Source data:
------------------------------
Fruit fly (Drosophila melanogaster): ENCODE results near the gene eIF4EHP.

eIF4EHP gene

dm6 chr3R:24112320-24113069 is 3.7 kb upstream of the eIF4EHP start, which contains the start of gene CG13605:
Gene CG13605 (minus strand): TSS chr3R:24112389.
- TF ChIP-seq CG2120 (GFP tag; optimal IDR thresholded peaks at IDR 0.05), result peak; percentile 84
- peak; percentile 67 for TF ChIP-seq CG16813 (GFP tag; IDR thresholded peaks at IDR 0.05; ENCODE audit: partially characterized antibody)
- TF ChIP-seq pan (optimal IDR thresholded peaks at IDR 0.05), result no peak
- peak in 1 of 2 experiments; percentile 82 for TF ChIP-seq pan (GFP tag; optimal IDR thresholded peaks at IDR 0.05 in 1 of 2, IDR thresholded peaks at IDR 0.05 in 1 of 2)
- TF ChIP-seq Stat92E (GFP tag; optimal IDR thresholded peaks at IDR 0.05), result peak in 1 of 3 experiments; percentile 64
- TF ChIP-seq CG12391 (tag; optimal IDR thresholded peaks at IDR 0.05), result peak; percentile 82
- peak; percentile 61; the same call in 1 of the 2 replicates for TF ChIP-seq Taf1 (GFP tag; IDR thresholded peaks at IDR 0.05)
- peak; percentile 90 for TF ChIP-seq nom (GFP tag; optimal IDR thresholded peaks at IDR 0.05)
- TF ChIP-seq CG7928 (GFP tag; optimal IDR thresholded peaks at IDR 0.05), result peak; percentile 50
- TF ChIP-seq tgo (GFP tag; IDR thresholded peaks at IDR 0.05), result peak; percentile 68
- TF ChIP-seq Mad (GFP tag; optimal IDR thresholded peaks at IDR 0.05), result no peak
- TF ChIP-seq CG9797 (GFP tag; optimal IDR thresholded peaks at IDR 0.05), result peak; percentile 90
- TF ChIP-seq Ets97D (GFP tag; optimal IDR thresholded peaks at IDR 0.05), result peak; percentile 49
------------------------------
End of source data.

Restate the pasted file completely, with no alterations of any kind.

Fruit fly (Drosophila melanogaster): ENCODE results near the gene eIF4EHP.

eIF4EHP gene

dm6 chr3R:24112320-24113069 is 3.7 kb upstream of the eIF4EHP start, which contains the start of gene CG13605:
Gene CG13605 (minus strand): TSS chr3R:24112389.
- TF ChIP-seq CG2120 (GFP tag; optimal IDR thresholded peaks at IDR 0.05), result peak; percentile 84
- peak; percentile 67 for TF ChIP-seq CG16813 (GFP tag; IDR thresholded peaks at IDR 0.05; ENCODE audit: partially characterized antibody)
- TF ChIP-seq pan (optimal IDR thresholded peaks at IDR 0.05), result no peak
- peak in 1 of 2 experiments; percentile 82 for TF ChIP-seq pan (GFP tag; optimal IDR thresholded peaks at IDR 0.05 in 1 of 2, IDR thresholded peaks at IDR 0.05 in 1 of 2)
- TF ChIP-seq Stat92E (GFP tag; optimal IDR thresholded peaks at IDR 0.05), result peak in 1 of 3 experiments; percentile 64
- TF ChIP-seq CG12391 (tag; optimal IDR thresholded peaks at IDR 0.05), result peak; percentile 82
- peak; percentile 61; the same call in 1 of the 2 replicates for TF ChIP-seq Taf1 (GFP tag; IDR thresholded peaks at IDR 0.05)
- peak; percentile 90 for TF ChIP-seq nom (GFP tag; optimal IDR thresholded peaks at IDR 0.05)
- TF ChIP-seq CG7928 (GFP tag; optimal IDR thresholded peaks at IDR 0.05), result peak; percentile 50
- TF ChIP-seq tgo (GFP tag; IDR thresholded peaks at IDR 0.05), result peak; percentile 68
- TF ChIP-seq Mad (GFP tag; optimal IDR thresholded peaks at IDR 0.05), result no peak
- TF ChIP-seq CG9797 (GFP tag; optimal IDR thresholded peaks at IDR 0.05), result peak; percentile 90
- TF ChIP-seq Ets97D (GFP tag; optimal IDR thresholded peaks at IDR 0.05), result peak; percentile 49